Khartoum, Aug 28 (EFE).- Sudan’s army chief, Abdel Fattah al-Burhan, asserted on Monday that his forces had successfully “put an end to the rebellion” by the powerful paramilitary Rapid Support Forces (RSF), even as intense clashes between the two factions continued.
“Through our efforts, the armed forces have effectively quelled the rebellion, bringing the war to a close,” said the general, who leads Sudan’s Sovereign Council governing the war-torn African nation.
Burhan made the remarks during an address to army personnel at the Flamingo Naval Base in Port Sudan, the capital of the Red Sea state.
He said the army was actively working to defeat all remaining insurgents.
The declaration comes in the midst of ongoing battles between the army and the paramilitary RSF, primarily in the capital, Khartoum, and the western Darfur region.
Recent weeks have witnessed a surge in clashes, fueled by the intense struggle for control over various strategically significant fronts.
In an attempt to bolster troop morale, the military leader has conducted a series of visits to key military bases in Khartoum and the northern region.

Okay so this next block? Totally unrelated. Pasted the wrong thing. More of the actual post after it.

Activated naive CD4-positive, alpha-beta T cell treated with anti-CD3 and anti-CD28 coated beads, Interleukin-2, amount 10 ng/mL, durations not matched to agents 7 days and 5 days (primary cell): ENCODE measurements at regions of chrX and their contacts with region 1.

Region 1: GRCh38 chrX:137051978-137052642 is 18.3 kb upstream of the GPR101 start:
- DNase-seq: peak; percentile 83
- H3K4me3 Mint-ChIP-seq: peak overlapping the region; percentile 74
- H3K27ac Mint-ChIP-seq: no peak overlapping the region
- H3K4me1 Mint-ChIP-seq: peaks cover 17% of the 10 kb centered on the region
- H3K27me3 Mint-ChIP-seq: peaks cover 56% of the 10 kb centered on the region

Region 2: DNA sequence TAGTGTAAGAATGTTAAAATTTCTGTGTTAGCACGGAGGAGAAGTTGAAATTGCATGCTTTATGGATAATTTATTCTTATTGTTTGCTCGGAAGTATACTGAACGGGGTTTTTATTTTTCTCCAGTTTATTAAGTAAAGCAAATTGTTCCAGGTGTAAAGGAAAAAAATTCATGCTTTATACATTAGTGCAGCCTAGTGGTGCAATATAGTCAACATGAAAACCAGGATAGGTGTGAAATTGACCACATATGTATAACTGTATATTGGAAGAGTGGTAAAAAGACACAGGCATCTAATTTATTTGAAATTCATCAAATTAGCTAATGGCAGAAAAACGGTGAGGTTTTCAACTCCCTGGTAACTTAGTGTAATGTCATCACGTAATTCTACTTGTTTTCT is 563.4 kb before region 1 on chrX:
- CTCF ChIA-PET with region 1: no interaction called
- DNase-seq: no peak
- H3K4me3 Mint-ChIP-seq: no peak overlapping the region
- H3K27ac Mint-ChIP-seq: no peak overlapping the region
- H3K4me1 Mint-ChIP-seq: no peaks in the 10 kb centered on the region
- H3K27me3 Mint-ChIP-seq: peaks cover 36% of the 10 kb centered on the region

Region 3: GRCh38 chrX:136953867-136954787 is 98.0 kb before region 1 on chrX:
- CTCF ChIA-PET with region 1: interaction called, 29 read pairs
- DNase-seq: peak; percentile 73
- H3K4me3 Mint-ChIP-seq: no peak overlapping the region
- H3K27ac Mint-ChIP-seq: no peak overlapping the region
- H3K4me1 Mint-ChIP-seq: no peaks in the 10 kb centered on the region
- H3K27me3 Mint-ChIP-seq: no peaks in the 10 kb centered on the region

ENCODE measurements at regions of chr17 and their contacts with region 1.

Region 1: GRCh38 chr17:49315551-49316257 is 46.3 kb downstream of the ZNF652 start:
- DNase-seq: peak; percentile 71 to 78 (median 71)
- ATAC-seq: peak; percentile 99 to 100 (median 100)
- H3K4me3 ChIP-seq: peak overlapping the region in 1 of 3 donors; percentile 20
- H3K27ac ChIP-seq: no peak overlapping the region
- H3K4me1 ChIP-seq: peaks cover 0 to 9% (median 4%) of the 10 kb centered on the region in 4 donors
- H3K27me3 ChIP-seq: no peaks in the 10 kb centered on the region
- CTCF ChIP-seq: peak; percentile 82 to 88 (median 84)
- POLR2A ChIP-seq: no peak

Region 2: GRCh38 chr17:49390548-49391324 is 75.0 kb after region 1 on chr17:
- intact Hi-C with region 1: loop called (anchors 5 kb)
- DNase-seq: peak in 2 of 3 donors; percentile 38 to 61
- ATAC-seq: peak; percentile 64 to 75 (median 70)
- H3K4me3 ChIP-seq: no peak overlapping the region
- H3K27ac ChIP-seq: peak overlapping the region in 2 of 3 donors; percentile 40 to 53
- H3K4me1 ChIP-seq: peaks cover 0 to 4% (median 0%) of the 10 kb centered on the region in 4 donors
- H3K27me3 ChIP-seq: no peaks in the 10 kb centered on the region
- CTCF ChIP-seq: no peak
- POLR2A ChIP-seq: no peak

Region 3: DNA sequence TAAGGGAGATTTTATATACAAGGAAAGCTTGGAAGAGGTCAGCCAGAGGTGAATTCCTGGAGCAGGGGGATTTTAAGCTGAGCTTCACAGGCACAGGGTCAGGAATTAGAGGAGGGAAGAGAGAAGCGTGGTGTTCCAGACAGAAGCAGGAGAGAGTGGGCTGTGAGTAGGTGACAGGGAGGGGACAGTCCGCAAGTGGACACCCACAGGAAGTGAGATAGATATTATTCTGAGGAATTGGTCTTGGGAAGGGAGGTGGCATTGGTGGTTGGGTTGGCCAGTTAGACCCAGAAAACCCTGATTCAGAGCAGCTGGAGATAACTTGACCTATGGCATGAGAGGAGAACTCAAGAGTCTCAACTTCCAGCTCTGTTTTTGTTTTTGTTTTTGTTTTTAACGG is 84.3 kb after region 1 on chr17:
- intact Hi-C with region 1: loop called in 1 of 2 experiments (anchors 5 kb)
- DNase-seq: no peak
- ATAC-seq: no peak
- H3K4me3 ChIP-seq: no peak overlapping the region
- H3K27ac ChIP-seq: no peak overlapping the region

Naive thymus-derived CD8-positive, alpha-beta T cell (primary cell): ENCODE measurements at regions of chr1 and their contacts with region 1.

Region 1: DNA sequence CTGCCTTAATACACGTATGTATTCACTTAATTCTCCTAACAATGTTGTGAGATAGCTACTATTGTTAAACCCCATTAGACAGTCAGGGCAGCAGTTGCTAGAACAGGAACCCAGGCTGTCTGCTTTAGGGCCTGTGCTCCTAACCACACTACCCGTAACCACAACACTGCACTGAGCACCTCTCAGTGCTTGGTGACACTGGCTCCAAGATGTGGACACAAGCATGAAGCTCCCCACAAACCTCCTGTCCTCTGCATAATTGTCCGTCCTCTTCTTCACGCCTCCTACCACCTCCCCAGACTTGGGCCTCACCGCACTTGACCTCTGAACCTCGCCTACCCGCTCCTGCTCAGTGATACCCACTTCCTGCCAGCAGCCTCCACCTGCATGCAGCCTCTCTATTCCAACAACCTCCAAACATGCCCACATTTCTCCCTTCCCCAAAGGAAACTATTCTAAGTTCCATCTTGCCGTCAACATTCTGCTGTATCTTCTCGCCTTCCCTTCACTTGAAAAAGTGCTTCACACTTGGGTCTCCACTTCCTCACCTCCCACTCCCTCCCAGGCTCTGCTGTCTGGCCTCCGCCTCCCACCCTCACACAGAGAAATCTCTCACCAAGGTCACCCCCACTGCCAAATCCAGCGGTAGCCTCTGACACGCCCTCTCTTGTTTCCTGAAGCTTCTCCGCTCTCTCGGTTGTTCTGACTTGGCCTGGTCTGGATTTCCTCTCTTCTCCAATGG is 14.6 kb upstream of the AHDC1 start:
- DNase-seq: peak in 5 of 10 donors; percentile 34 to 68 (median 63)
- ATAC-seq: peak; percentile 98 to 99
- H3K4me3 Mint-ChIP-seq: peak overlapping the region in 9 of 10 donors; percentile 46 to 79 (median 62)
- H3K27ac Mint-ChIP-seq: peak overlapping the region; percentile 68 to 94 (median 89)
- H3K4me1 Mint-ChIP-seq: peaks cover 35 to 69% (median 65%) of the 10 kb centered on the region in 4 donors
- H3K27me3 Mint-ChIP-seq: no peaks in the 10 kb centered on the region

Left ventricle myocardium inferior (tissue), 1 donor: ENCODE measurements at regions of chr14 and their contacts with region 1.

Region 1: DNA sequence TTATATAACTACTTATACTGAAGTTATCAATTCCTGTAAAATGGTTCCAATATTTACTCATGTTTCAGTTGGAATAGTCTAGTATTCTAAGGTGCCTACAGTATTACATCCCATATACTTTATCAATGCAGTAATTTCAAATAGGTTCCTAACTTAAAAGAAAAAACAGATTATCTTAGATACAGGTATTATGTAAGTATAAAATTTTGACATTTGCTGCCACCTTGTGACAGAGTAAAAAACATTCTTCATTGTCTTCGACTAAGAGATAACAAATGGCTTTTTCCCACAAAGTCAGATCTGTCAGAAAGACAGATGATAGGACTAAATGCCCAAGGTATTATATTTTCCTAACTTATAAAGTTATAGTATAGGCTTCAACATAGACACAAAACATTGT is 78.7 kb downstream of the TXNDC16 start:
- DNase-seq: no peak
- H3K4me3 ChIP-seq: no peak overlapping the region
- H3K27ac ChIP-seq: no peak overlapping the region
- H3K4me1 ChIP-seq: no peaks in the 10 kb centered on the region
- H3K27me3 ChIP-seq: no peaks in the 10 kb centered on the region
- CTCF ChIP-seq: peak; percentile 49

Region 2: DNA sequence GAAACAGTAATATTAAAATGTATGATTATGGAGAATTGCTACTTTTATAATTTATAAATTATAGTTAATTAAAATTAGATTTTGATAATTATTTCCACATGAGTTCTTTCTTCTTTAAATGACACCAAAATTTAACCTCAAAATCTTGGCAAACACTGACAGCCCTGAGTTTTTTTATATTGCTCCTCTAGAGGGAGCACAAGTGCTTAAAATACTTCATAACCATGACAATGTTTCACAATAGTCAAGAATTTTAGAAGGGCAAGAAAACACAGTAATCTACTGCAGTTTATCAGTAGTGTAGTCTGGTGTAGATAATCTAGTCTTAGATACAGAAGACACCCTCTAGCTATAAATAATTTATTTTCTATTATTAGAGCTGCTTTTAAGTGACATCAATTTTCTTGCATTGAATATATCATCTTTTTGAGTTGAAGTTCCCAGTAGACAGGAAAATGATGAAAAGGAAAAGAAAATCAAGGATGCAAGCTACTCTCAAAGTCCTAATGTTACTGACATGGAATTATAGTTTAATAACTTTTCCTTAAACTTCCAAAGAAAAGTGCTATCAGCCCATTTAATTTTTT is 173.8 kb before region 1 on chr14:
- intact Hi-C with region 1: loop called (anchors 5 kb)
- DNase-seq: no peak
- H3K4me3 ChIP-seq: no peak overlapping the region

Burhan had largely remained within the military headquarters in Khartoum since the conflict began on April 15.
But he started appearing in public after the RSF escalated its attacks to seize control of military bases in Khartoum, Nyala, and Al Foula — the respective capitals of Darfur and West Kordofan.
While speculation arose that Burhan’s movement out of the headquarters was facilitated by an agreement between the military and the RSF, he refuted these claims.
He said his departure from the army camp was a result of discussions with military leadership and denied any agreement with the paramilitary force.
Peace talks between both sides to reach a truce are still stalled.
Meanwhile, RSF leader General Mohamed Hamdan Daglo proposed a peace roadmap on Sunday, emphasizing a “lasting ceasefire” with the army as the initial step towards resolving the conflict and ending the power struggle.
Both al-Burhan and Daglo jointly orchestrated a military coup in October 2021 against the transitional civilian government established after the ousting of dictator Omar al-Bashir in 2019.
Over time, differences between the two generals escalated before culminating in a full-scale civil war in April after weeks of simmering tension over the integration of the RSF into the military.
Both sides have blamed each other for the war, which has claimed between 1,000 to 4,000 lives, displaced millions from their homes, and pushed nearly a million to flee across Sudanese borders. EFE